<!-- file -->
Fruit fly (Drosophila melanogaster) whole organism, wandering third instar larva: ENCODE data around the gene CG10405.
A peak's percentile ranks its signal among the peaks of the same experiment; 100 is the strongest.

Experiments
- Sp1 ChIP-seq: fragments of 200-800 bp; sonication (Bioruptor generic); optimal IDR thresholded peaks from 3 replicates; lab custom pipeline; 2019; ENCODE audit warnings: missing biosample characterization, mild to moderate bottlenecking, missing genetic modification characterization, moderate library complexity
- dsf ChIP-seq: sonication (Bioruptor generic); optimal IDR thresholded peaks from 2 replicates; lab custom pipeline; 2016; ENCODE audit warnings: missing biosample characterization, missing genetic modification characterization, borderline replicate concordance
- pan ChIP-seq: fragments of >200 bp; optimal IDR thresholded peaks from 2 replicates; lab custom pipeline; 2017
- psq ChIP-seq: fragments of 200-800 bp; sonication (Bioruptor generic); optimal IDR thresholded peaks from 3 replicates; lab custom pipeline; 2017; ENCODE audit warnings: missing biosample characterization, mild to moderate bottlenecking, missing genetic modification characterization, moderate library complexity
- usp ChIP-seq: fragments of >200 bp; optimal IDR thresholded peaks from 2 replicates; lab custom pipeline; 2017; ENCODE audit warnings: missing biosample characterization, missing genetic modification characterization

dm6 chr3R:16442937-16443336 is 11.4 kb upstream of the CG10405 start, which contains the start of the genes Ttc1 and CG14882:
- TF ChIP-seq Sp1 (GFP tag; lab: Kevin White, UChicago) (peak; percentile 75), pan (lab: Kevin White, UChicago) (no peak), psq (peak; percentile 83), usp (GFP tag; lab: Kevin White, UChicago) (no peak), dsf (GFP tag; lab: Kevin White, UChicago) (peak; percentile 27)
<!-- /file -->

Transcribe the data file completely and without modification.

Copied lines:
Fruit fly (Drosophila melanogaster) whole organism, wandering third instar larva: ENCODE data around the gene CG10405.
A peak's percentile ranks its signal among the peaks of the same experiment; 100 is the strongest.

Experiments
- Sp1 ChIP-seq: fragments of 200-800 bp; sonication (Bioruptor generic); optimal IDR thresholded peaks from 3 replicates; lab custom pipeline; 2019; ENCODE audit warnings: missing biosample characterization, mild to moderate bottlenecking, missing genetic modification characterization, moderate library complexity
- dsf ChIP-seq: sonication (Bioruptor generic); optimal IDR thresholded peaks from 2 replicates; lab custom pipeline; 2016; ENCODE audit warnings: missing biosample characterization, missing genetic modification characterization, borderline replicate concordance
- pan ChIP-seq: fragments of >200 bp; optimal IDR thresholded peaks from 2 replicates; lab custom pipeline; 2017
- psq ChIP-seq: fragments of 200-800 bp; sonication (Bioruptor generic); optimal IDR thresholded peaks from 3 replicates; lab custom pipeline; 2017; ENCODE audit warnings: missing biosample characterization, mild to moderate bottlenecking, missing genetic modification characterization, moderate library complexity
- usp ChIP-seq: fragments of >200 bp; optimal IDR thresholded peaks from 2 replicates; lab custom pipeline; 2017; ENCODE audit warnings: missing biosample characterization, missing genetic modification characterization

dm6 chr3R:16442937-16443336 is 11.4 kb upstream of the CG10405 start, which contains the start of the genes Ttc1 and CG14882:
- TF ChIP-seq Sp1 (GFP tag; lab: Kevin White, UChicago) (peak; percentile 75), pan (lab: Kevin White, UChicago) (no peak), psq (peak; percentile 83), usp (GFP tag; lab: Kevin White, UChicago) (no peak), dsf (GFP tag; lab: Kevin White, UChicago) (peak; percentile 27)